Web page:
Steps to Christ
by Ellen G. White
Chapter 2: The Sinner's Need of Christ
It is not enough to perceive the loving-kindness of God or to discern the wisdom and justice of His law of love. To all, there is but one answer, "Behold the Lamb of God, which taketh away the sin of the world."
Review and Herald Publ. Assoc.
Man was originally endowed with noble powers
and a well-balanced mind. He was perfect
in his being, and in harmony with God. His
thoughts were pure, his aims holy. But through
disobedience, his powers were perverted, and selfishness
took the place of love. His nature became so weakened
through transgression that it was impossible for him,
in his own strength, to resist the power of evil. He was
made captive by Satan, and would have remained so
forever had not God specially interposed. It was the
tempter's purpose to thwart the divine plan in man's
creation, and fill the earth with woe and desolation.
And he would point to all this evil as the result of God's
work in creating man.
In his sinless state, man held joyful communion
with Him "in whom are hid all the treasures of wisdom
and knowledge." Colossians 2:3. But after his sin, he
could no longer find joy in holiness, and he sought to
hide from the presence of God. Such is still the condition
of the unrenewed heart. It is not in harmony with
God, and finds no joy in communion with Him. The
sinner could not be happy in God's presence; he would
shrink from the companionship of holy beings. Could
he be permitted to enter heaven, it would have no joy
for him. The spirit of unselfish love that reigns there
—every heart responding to the heart of Infinite Love
—would touch no answering chord in his soul. His
thoughts, his interests, his motives, would be alien to [p. 18] those that actuate the sinless dwellers there. He would
be a discordant note in the melody of heaven. Heaven
would be to him a place of torture; he would long to
be hidden from Him who is its light, and the center
of its joy. It is no arbitrary decree on the part of God
that excludes the wicked from heaven; they are shut
out by their own unfitness for its companionship. The
glory of God would be to them a consuming fire.
They would welcome destruction, that they might
be hidden from the face of Him who died to redeem
It is impossible for us, of ourselves, to escape from
the pit of sin in which we are sunken. Our hearts are
evil, and we cannot change them. "Who can bring a
clean thing out of an unclean? not one." "The carnal
mind is enmity against God: for it is not subject to the
law of God, neither indeed can be." Job 14:4; Romans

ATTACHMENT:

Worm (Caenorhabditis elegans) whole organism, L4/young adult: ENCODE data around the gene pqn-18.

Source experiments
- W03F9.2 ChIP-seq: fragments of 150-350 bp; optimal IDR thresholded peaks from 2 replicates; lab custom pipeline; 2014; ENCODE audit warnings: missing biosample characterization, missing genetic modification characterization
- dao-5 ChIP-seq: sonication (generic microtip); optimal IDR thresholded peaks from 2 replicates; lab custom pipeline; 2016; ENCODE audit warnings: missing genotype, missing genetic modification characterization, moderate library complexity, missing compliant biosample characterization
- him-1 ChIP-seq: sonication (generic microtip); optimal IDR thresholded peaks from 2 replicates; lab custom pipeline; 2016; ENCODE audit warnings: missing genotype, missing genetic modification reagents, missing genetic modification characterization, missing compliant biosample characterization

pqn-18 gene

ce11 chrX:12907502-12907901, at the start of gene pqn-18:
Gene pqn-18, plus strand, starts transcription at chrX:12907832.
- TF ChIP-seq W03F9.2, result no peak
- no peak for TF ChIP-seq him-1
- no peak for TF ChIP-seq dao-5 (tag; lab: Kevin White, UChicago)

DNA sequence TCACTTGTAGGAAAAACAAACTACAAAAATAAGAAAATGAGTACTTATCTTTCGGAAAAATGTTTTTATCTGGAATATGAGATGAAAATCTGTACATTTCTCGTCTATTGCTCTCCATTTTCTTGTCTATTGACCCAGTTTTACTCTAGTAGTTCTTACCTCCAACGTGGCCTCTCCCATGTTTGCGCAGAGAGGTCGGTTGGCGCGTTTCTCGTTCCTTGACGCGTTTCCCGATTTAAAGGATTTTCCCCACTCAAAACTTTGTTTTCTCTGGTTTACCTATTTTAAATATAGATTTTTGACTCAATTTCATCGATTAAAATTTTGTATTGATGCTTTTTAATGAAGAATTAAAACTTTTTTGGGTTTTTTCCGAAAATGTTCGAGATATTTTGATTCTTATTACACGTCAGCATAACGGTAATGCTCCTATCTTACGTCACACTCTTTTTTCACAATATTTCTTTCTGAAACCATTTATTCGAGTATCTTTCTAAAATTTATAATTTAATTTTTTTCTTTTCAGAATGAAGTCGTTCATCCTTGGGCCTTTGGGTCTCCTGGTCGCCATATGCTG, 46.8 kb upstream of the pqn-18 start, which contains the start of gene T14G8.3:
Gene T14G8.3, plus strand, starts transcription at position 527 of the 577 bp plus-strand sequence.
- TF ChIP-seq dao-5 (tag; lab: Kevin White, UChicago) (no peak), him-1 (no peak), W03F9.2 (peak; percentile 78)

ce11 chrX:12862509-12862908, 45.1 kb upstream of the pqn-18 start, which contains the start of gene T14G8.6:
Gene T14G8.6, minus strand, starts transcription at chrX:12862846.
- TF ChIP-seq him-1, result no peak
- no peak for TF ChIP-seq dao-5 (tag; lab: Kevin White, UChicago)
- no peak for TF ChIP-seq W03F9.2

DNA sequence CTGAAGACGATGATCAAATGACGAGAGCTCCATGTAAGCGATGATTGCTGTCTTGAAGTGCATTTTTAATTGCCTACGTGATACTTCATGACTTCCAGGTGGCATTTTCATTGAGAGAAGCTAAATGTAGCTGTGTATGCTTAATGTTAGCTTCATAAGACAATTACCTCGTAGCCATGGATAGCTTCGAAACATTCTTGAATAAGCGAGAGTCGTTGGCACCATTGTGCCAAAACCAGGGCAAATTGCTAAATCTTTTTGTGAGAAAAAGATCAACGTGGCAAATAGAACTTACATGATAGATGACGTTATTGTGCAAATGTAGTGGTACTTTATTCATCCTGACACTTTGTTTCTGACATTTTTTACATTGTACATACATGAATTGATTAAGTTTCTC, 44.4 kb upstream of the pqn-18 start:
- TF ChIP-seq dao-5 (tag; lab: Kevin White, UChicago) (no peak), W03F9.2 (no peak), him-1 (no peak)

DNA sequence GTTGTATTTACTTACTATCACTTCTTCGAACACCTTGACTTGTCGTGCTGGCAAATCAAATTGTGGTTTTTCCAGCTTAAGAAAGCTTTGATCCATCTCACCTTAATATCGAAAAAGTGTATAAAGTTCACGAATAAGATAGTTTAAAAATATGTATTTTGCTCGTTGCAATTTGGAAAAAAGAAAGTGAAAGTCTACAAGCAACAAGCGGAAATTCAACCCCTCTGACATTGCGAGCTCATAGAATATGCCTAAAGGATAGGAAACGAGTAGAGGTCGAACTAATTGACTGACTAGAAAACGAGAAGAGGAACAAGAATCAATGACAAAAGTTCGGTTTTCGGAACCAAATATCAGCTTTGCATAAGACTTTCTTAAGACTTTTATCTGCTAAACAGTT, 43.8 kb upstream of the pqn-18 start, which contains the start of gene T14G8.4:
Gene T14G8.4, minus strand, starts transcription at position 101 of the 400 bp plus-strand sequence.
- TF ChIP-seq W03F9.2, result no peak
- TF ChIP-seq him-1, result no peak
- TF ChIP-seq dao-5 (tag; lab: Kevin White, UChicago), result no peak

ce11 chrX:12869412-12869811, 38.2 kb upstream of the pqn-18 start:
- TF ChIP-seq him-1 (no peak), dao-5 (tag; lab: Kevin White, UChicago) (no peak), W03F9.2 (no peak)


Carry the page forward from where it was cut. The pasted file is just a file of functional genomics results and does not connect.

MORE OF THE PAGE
8:7. Education, culture, the exercise of the will, human
effort, all have their proper sphere, but here they are
powerless. They may produce an outward correctness
of behavior, but they cannot change the heart; they
cannot purify the springs of life. There must be a
power working from within, a new life from above,
before men can be changed from sin to holiness. That
power is Christ. His grace alone can quicken the
lifeless faculties of the soul, and attract it to God, to
The Saviour said, "Except a man be born from
above," unless he shall receive a new heart, new desires,
purposes, and motives, leading to a new life, "he cannot
see the kingdom of God." John 3:3, margin. The idea
that it is necessary only to develop the good that [p. 19] exists in man by nature, is a fatal deception. "The
natural man receiveth not the things of the Spirit of
God: for they are foolishness unto him: neither can
he know them, because they are spiritually discerned."
"Marvel not that I said unto thee, Ye must be born
again." 1 Corinthians 2:14; John 3:7. Of Christ it is
written, "In Him was life; and the life was the light of
men"—the only "name under heaven given among
men, whereby we must be saved." John 1:4; Acts 4:12.
It is not enough to perceive the loving-kindness of
God, to see the benevolence, the fatherly tenderness,
of His character. It is not enough to discern the
wisdom and justice of His law, to see that it is founded
upon the eternal principle of love. Paul the apostle
saw all this when he exclaimed, "I consent unto the
law that it is good." "The law is holy, and the
commandment holy, and just, and good." But he added,
in the bitterness of his soul-anguish and despair, "I
am carnal, sold under sin." Romans 7:16, 12, 14. He